Details on the British Terrorist Arrest

Details are emerging:

  • There was some serious cash flow from someone, presumably someone abroad.
  • There was no imminent threat.
  • However, the threat was real. And it seems pretty clear that it would have bypassed all existing airport security systems.
  • The conspirators were radicalized by the war in Iraq, although it is impossible to say whether they would have been otherwise radicalized without it.
  • They were caught through police work, not through any broad surveillance, and were under surveillance for more than a year.

What pisses me off most is the second item. By arresting the conspirators early, the police squandered the chance to learn more about the network and arrest more of them -- and to present a less flimsy case. There have been many news reports detailing how the U.S. pressured the UK government to make the arrests sooner, possibly out of political motivations. (And then Scotland Yard got annoyed at the U.S. leaking plot details to the press, hampering their case.)

My initial comments on the arrest are here. I still think that all of the new airline security measures are an overreaction (This essay makes the same point, as well as describing a 1995 terrorist plot that was remarkably similar in both materials and modus operandi -- and didn't result in a complete ban on liquids.)

As I said on a radio interview a couple of weeks ago: "We ban guns and knives, and the terrorists use box cutters. We ban box cutters and corkscrews, and they hide explosives in their shoes. We screen shoes, and the terrorists use liquids. We ban liquids, and the terrorist will use something else. It's not a fair game, because the terrorists get to see our security measures before they plan their attack." And it's not a game we can win. So let's stop playing, and play a game we actually can win. The real lesson of the London arrests is that investigation and intelligence work.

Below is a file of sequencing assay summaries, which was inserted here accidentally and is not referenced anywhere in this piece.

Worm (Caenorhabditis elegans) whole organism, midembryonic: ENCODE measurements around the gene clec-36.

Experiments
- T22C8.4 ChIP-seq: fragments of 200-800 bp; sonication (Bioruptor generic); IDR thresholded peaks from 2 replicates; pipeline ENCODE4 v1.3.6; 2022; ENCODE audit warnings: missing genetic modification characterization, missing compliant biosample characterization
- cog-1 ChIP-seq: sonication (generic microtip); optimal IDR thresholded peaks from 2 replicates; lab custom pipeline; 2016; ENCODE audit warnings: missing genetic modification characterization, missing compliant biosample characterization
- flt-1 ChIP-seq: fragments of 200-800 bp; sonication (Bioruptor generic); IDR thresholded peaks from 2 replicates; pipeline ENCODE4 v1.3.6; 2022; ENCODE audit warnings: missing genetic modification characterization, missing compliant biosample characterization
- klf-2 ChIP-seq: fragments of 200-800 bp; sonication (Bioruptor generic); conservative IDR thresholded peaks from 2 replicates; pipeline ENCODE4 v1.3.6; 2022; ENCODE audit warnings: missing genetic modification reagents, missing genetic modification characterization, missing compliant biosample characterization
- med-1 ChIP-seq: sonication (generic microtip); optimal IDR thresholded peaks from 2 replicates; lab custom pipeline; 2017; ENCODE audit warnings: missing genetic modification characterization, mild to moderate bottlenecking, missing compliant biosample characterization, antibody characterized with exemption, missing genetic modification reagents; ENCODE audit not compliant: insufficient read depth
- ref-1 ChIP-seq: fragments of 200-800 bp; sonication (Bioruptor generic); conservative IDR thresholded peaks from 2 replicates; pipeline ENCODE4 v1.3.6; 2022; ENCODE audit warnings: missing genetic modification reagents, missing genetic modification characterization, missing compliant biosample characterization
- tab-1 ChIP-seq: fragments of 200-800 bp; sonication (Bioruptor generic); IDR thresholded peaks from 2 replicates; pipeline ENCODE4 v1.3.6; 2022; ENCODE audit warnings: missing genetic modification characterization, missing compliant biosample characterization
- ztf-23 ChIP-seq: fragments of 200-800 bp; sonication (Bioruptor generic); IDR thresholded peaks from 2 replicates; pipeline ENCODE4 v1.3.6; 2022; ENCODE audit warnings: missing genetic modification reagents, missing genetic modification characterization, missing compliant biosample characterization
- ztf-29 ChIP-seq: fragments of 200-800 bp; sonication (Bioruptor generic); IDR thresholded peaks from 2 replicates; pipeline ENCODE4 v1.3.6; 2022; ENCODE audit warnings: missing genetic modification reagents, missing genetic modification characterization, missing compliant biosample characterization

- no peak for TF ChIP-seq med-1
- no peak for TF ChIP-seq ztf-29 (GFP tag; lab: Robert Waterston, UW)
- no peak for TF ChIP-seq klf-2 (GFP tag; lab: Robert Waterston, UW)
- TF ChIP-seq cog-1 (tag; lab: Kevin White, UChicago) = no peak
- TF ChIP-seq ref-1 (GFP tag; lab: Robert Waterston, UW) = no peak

EDITED TO ADD (8/29): Seems this URL is unavailable in the U.K. See the comments for ways to bypass the block.

Posted on August 29, 2006 at 7:20 AM • 81 Comments

Comments

Carlo GrazianiAugust 29, 2006 7:36 AM

What I don't understand is that the alleged explosive du jour -- now HMTD rather than TATP -- is not merely insanely difficult to assemble in an airplane toilet, but rather basically impossible to so prepare. A homebrew recipe for HMTD is here:

http://business.fortunecity.com/executive/674/hmtd.html

Apparently in needs to be dried out, and the usable form is a dry precipitate.

So tell me again, why can't we bring liquids onto airplanes any more?

MilanAugust 29, 2006 7:38 AM

Regarding the immanence of the attack:

Did the attackers actually have bombs of the variety discussed, or just plans for making them? In the latter case, is it plausible they had the expertise necessary to produce them?

Stiff Upper LipAugust 29, 2006 7:41 AM

Unfortunately, the article does not appear to be accessible any more.